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Riverside County Considers Sterilizing All Pit Bulls

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Riverside County is considering an ordinance that would require all pit bulls and pit bull mixes to be spayed or neutered by the time they're four months old.

County supervisors are considering the ordinance for two reasons. First, there's a glut of unwanted pit bulls: 20 percent of the dogs who end up in Animals Services are pit bull breeds, and they make up 30 percent of the dogs euthanized. Also, the supervisors also say that they're concerned that the breeds pose a threat to residents.

Just this week a 2-year-old was mauled to death in his backyard across county lines in San Bernardino County. An elderly woman was attacked in Jurupa earlier this year. The Riverside Press-Enterprise notes that this year a 91-year-old woman in Hemet was mauled to death, and a 57-year-old in Hemet, a 15-year-old girl in Corona and a 76-year-old in San Jacinto have also been attacked by pit bulls this year.

The ordinance would only affect dogs in unincorporated areas of the county. There would be exceptions granted for law enforcement dogs, assistance dogs, dogs too elderly or sick to undergo the procedure or registered breeders. The breeds included in the ordinance would be Staffordshire Bull Terriers, American Pit Bull Terriers, American Stafford Terriers "or any mixed breed which contains ... any one of these breeds so as to be identifiable as partially of one or more of these breeds," according to NBC Los Angeles.

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The ASPCA, along with other defenders of pit bulls, are against breed specific legislation (BSL), saying that it doesn't end up being effective.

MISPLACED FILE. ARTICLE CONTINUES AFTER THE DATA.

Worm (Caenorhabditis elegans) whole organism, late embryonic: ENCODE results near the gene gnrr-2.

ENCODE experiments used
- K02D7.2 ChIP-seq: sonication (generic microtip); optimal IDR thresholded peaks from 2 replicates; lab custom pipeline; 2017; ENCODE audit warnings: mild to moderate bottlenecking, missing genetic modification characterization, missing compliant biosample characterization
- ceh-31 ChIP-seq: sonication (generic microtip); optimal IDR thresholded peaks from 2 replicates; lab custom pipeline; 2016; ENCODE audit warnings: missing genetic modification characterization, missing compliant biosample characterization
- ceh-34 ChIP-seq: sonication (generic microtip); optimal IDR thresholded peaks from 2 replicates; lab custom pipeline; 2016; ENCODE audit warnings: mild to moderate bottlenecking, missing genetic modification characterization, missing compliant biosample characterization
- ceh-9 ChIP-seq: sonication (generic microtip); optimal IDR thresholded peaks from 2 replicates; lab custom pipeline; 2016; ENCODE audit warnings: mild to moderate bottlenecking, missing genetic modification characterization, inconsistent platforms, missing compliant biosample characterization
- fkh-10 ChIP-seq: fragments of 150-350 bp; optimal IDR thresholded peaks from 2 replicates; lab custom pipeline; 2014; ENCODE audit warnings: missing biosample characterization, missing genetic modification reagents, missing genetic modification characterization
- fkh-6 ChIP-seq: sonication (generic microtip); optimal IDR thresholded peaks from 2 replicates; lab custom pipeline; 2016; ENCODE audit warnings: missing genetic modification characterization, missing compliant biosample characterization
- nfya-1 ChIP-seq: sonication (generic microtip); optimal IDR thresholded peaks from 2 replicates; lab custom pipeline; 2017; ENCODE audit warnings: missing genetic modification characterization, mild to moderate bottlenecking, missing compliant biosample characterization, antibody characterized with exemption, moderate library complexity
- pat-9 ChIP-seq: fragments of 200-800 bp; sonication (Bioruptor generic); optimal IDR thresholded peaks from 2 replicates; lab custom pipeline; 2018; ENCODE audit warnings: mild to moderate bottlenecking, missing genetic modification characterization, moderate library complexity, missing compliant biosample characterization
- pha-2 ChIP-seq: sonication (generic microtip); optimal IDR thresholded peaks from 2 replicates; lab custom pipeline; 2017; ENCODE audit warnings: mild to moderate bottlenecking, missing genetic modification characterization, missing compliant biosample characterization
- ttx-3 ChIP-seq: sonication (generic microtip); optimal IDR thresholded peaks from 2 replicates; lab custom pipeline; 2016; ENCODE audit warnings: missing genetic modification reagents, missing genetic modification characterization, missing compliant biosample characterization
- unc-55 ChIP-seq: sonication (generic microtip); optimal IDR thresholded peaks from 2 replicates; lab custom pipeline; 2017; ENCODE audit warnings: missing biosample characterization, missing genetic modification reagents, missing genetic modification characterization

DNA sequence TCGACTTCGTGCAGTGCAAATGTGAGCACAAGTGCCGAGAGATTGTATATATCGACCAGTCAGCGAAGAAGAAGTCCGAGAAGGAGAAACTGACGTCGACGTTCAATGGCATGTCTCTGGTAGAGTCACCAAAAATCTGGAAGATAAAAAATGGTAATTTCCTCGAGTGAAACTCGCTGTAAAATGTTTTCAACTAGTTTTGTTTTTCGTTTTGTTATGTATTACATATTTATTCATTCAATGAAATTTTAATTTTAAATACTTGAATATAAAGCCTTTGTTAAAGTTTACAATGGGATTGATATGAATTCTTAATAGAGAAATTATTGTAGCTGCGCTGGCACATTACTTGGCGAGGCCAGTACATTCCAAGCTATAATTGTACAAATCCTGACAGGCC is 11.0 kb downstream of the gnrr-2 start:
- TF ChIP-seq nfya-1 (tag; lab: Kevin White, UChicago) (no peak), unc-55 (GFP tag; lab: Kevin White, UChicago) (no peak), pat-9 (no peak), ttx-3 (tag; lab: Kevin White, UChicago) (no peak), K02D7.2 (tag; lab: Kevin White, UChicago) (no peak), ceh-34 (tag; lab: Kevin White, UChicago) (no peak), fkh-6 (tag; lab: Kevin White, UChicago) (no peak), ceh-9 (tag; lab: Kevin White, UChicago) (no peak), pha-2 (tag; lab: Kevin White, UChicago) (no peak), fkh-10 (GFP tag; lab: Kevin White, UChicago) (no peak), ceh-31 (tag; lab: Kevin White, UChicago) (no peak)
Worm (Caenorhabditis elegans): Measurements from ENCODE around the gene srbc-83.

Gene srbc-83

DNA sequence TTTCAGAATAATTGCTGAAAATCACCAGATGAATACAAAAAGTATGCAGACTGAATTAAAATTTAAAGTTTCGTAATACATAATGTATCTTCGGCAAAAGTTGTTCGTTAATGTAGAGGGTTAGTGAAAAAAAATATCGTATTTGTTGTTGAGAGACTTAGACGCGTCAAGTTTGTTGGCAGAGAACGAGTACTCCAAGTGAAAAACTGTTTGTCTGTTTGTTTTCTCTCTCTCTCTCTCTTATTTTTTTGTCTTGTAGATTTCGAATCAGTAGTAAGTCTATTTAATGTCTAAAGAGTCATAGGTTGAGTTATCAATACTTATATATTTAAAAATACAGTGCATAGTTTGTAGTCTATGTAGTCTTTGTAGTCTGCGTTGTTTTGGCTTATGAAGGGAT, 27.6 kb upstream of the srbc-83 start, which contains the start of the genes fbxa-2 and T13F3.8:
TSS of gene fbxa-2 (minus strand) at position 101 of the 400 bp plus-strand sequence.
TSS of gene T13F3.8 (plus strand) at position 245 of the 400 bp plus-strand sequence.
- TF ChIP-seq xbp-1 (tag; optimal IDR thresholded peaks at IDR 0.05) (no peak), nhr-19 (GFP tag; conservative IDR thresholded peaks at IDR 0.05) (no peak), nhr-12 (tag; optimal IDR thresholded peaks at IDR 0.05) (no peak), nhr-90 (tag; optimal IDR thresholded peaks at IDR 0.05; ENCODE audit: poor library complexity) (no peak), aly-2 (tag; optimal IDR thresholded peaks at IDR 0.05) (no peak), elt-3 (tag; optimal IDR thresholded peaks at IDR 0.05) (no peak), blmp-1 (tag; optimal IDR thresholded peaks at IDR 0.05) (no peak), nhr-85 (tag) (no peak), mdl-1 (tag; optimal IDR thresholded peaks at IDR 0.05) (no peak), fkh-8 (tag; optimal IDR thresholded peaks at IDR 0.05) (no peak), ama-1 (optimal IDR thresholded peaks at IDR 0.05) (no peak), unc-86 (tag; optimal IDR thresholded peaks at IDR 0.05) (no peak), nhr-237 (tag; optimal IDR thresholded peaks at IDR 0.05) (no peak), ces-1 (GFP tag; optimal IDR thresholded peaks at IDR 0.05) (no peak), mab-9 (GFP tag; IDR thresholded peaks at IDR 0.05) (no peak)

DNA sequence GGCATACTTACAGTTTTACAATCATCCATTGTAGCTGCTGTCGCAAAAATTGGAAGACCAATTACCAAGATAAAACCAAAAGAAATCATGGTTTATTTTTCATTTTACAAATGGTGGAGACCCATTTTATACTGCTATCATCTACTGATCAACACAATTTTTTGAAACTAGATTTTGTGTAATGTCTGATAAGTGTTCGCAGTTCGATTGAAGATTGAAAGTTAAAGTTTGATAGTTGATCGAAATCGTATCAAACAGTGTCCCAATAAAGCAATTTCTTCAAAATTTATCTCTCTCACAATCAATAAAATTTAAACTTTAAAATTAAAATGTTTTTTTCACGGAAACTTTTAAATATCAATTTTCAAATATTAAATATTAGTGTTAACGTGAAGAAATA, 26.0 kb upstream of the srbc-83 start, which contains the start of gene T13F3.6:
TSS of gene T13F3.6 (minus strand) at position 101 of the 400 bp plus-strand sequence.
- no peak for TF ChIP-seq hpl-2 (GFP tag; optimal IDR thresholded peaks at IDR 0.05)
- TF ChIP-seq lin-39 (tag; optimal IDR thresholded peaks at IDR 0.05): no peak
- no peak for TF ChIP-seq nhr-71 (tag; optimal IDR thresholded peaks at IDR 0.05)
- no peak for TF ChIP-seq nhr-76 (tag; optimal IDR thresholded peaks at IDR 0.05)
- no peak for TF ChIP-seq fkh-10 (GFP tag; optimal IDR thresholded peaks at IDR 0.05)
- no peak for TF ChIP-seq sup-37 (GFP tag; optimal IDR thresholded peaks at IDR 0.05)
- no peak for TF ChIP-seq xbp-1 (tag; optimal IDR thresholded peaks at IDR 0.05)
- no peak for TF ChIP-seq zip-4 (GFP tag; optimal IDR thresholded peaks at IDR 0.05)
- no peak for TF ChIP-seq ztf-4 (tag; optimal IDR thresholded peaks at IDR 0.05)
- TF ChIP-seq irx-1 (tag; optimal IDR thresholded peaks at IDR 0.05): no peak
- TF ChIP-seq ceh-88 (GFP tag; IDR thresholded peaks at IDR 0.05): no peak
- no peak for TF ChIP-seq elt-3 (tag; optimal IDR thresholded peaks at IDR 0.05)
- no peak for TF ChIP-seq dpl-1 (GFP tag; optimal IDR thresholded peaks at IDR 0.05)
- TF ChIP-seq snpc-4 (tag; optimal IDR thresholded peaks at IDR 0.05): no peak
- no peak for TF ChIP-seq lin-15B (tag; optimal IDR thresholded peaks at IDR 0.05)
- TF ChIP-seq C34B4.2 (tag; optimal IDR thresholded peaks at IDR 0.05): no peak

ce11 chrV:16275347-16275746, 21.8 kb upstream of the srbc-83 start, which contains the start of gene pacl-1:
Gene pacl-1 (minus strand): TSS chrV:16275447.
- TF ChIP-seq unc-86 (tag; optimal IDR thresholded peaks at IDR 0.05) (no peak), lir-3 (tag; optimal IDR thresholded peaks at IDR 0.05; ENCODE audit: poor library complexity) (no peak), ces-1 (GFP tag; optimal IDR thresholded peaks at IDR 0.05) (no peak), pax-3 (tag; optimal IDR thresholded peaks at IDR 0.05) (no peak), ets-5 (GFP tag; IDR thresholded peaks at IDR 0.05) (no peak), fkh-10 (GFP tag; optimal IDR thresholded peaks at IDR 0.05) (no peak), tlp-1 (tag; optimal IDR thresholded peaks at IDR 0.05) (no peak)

"The image that a lot of people have of a pit bull is on a heavy chain at the end of a leash from some drug runner or something like that, and that's simply not the case," said veterinarian Melanie Verreault, according to ABC 7. "Breed specific legislation is being repealed because it does not work and it just does harbor fear amongst people in those communities against certain breeds of dogs."

However, a recent Press-Enterprise editorial in favor of the ordinance said that similar laws around the state have been effective:

San Bernardino County approved a similar ordinance in 2010, and dog bites for all breeds declined by more than 19 percent the following year. San Francisco adopted a spay and neuter ordinance for pit bulls in 2006, and in the following 18 months, the number of pit bulls in shelters dropped by 21 percent, while pit bull euthanizations decreased by nearly one-fourth.

There will be a public hearing on the ordinance on October 8.Related:
Grandmother, Uncle Arrested In Fatal Dog-Mauling Of 2-Year-Old Boy
Elderly Woman Mauled By Pit Bulls, Dogs Euthanized
Woman Attacked By 2 Pit Bulls In Riverside While Walking Her Dog
Jogger Mauled To Death By Pit Bulls